sweet wine

When Rot is good – Botrytis Cinerea or Noble Rot

Botrytis cinerea sounds pretty unpleasant, but without this fungus, we wouldn’t have some of our finest sweet wine.

Affecting the grapes when they are ripe, it causes them to shrivel up concentrating the juice. Noble Rot describes the infection process and the subsequent natural drying of the grape. The process needs the right climatic conditions, damp and misty when the grapes are ripe. Some years it doesn’t occur.


The famous sweet wine is produced in a region of Bordeaux. It uses only over ripe and noble rot grapes. As yields are lower, and the wine is aged for over three years, prices are higher. Outside of Europe the name can apply generically to other sweet wines.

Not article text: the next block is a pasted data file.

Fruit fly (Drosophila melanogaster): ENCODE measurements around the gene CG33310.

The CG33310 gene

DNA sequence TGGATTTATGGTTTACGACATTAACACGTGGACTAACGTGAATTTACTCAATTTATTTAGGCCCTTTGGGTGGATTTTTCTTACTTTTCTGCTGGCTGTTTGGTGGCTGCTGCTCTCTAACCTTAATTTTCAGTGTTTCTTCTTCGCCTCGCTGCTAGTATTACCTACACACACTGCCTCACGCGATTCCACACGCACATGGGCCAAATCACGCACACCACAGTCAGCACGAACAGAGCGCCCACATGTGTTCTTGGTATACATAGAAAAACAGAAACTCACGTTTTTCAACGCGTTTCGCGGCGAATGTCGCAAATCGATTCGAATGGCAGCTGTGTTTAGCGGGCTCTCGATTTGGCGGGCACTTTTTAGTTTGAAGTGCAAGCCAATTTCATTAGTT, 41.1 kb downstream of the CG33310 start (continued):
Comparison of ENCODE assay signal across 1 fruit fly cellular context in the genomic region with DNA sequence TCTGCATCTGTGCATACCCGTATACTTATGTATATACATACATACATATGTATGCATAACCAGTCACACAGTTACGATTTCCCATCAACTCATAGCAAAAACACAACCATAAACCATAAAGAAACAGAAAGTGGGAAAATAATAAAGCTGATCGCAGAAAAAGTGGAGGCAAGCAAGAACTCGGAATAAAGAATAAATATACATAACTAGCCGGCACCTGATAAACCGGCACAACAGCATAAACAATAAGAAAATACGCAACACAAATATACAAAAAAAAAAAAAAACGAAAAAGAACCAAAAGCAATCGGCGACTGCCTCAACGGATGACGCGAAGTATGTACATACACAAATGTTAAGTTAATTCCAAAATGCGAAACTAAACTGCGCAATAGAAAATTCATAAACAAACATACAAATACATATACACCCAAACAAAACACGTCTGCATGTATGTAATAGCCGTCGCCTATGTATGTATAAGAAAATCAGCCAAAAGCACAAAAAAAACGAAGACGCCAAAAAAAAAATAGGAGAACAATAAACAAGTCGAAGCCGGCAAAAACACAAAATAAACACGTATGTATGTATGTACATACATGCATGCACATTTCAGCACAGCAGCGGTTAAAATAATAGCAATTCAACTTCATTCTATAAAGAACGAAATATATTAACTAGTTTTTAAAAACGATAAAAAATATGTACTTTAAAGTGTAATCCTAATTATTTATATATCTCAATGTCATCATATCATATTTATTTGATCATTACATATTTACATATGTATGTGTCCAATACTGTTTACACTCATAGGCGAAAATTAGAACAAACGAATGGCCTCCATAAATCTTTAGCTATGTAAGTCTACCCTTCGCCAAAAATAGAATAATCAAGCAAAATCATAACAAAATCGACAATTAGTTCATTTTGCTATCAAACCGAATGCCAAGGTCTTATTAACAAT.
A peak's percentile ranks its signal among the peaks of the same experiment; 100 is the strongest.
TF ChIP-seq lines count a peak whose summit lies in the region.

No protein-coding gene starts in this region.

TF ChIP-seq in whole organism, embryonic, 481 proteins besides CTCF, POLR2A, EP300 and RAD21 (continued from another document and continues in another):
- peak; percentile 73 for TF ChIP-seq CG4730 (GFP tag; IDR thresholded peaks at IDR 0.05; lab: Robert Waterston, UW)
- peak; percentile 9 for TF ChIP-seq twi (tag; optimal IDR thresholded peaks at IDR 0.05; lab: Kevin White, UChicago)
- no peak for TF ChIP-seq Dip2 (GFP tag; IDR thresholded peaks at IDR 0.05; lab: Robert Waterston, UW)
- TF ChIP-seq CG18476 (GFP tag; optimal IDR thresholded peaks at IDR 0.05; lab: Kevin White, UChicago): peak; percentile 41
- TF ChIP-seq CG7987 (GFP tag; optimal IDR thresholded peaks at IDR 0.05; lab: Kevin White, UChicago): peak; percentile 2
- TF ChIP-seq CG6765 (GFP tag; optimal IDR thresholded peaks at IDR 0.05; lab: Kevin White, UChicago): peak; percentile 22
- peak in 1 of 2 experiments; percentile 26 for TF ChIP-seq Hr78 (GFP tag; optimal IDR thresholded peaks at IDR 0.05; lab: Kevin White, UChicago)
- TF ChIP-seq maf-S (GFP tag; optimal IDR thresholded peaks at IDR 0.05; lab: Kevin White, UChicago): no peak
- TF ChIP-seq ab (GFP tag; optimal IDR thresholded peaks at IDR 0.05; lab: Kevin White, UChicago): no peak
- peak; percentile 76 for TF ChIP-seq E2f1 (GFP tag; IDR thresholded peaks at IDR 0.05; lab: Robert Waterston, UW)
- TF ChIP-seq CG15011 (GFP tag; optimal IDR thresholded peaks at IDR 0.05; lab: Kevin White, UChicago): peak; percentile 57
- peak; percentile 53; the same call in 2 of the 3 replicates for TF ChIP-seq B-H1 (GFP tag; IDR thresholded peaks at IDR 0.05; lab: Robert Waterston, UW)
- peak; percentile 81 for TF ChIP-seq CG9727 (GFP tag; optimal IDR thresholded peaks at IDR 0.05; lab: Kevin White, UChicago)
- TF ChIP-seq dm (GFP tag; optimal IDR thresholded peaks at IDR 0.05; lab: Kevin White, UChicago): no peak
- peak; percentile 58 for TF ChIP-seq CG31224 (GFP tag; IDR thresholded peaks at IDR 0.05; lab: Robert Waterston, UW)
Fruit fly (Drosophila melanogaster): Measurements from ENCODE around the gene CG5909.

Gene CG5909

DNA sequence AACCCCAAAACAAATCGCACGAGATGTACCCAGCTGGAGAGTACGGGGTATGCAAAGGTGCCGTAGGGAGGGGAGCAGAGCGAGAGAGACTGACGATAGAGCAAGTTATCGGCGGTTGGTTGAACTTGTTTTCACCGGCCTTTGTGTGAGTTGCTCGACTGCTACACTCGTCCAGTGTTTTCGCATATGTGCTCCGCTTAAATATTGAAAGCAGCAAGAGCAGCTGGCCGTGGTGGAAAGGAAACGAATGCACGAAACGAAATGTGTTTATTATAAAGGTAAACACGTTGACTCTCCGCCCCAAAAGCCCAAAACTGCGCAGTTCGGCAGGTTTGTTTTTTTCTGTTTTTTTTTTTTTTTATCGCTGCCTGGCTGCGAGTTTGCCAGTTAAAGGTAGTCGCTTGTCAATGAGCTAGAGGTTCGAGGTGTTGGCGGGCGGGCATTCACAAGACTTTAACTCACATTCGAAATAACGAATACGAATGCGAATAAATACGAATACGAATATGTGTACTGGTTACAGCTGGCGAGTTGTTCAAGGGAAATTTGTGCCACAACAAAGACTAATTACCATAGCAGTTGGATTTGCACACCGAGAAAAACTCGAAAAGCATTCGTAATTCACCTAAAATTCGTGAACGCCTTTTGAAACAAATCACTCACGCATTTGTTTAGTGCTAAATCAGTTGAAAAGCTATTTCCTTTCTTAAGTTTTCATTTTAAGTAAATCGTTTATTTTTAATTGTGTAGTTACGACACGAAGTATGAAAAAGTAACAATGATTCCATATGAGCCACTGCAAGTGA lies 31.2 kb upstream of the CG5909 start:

Other Noble Rot wines

Tokay (Aszu) from Hungary.

South Africa produces Noble Late Harvest sweet wines. Nederburg is internationally famous.

Riverina in New South Wales is one of the few areas in Australia where the fungus occurs, an example is Gramps Botrytis Semillon.

Sweet wine alternatives

Ice wines from Germany and other regions rely on the grapes freezing, losing water to concentrate the juice. Other processes are late picking, drying of picked grapes or fortification.


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